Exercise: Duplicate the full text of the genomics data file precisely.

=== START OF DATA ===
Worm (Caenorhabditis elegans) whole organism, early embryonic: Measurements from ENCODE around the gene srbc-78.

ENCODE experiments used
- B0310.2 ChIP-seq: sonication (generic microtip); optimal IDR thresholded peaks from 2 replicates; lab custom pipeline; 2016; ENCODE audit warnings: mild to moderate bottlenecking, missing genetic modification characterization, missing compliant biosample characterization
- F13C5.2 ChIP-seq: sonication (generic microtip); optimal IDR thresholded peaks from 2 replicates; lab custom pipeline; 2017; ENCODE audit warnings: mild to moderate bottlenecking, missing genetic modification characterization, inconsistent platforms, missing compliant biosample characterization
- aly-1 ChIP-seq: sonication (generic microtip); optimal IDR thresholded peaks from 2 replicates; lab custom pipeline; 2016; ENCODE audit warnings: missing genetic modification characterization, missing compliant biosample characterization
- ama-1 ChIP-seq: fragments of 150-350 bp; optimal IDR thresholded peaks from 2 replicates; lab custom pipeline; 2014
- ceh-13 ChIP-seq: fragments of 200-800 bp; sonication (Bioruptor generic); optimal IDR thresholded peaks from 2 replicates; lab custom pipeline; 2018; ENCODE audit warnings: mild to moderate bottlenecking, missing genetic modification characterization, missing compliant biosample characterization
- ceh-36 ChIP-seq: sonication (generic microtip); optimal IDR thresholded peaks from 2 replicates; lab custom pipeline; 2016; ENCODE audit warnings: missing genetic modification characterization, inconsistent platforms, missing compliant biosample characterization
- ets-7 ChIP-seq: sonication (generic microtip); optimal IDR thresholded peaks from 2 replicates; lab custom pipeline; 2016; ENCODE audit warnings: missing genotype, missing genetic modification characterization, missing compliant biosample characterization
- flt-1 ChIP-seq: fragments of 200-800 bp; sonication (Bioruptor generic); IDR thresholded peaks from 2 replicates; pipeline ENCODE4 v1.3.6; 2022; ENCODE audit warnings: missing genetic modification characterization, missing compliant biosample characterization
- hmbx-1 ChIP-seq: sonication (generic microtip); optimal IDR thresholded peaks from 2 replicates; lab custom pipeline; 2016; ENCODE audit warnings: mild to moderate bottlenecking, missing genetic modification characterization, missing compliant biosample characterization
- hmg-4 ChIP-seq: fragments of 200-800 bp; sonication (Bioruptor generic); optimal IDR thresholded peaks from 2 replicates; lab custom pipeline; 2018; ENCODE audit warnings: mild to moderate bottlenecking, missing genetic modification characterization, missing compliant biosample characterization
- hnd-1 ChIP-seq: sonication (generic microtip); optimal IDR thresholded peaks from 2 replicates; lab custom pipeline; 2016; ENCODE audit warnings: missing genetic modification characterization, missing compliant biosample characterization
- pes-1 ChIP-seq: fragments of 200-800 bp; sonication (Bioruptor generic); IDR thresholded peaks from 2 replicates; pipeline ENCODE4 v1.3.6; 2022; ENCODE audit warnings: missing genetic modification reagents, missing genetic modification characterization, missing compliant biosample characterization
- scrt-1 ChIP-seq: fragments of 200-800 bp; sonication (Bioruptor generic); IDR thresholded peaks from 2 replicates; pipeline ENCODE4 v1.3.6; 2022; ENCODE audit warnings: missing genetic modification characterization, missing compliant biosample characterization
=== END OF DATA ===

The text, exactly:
Worm (Caenorhabditis elegans) whole organism, early embryonic: Measurements from ENCODE around the gene srbc-78.

ENCODE experiments used
- B0310.2 ChIP-seq: sonication (generic microtip); optimal IDR thresholded peaks from 2 replicates; lab custom pipeline; 2016; ENCODE audit warnings: mild to moderate bottlenecking, missing genetic modification characterization, missing compliant biosample characterization
- F13C5.2 ChIP-seq: sonication (generic microtip); optimal IDR thresholded peaks from 2 replicates; lab custom pipeline; 2017; ENCODE audit warnings: mild to moderate bottlenecking, missing genetic modification characterization, inconsistent platforms, missing compliant biosample characterization
- aly-1 ChIP-seq: sonication (generic microtip); optimal IDR thresholded peaks from 2 replicates; lab custom pipeline; 2016; ENCODE audit warnings: missing genetic modification characterization, missing compliant biosample characterization
- ama-1 ChIP-seq: fragments of 150-350 bp; optimal IDR thresholded peaks from 2 replicates; lab custom pipeline; 2014
- ceh-13 ChIP-seq: fragments of 200-800 bp; sonication (Bioruptor generic); optimal IDR thresholded peaks from 2 replicates; lab custom pipeline; 2018; ENCODE audit warnings: mild to moderate bottlenecking, missing genetic modification characterization, missing compliant biosample characterization
- ceh-36 ChIP-seq: sonication (generic microtip); optimal IDR thresholded peaks from 2 replicates; lab custom pipeline; 2016; ENCODE audit warnings: missing genetic modification characterization, inconsistent platforms, missing compliant biosample characterization
- ets-7 ChIP-seq: sonication (generic microtip); optimal IDR thresholded peaks from 2 replicates; lab custom pipeline; 2016; ENCODE audit warnings: missing genotype, missing genetic modification characterization, missing compliant biosample characterization
- flt-1 ChIP-seq: fragments of 200-800 bp; sonication (Bioruptor generic); IDR thresholded peaks from 2 replicates; pipeline ENCODE4 v1.3.6; 2022; ENCODE audit warnings: missing genetic modification characterization, missing compliant biosample characterization
- hmbx-1 ChIP-seq: sonication (generic microtip); optimal IDR thresholded peaks from 2 replicates; lab custom pipeline; 2016; ENCODE audit warnings: mild to moderate bottlenecking, missing genetic modification characterization, missing compliant biosample characterization
- hmg-4 ChIP-seq: fragments of 200-800 bp; sonication (Bioruptor generic); optimal IDR thresholded peaks from 2 replicates; lab custom pipeline; 2018; ENCODE audit warnings: mild to moderate bottlenecking, missing genetic modification characterization, missing compliant biosample characterization
- hnd-1 ChIP-seq: sonication (generic microtip); optimal IDR thresholded peaks from 2 replicates; lab custom pipeline; 2016; ENCODE audit warnings: missing genetic modification characterization, missing compliant biosample characterization
- pes-1 ChIP-seq: fragments of 200-800 bp; sonication (Bioruptor generic); IDR thresholded peaks from 2 replicates; pipeline ENCODE4 v1.3.6; 2022; ENCODE audit warnings: missing genetic modification reagents, missing genetic modification characterization, missing compliant biosample characterization
- scrt-1 ChIP-seq: fragments of 200-800 bp; sonication (Bioruptor generic); IDR thresholded peaks from 2 replicates; pipeline ENCODE4 v1.3.6; 2022; ENCODE audit warnings: missing genetic modification characterization, missing compliant biosample characterization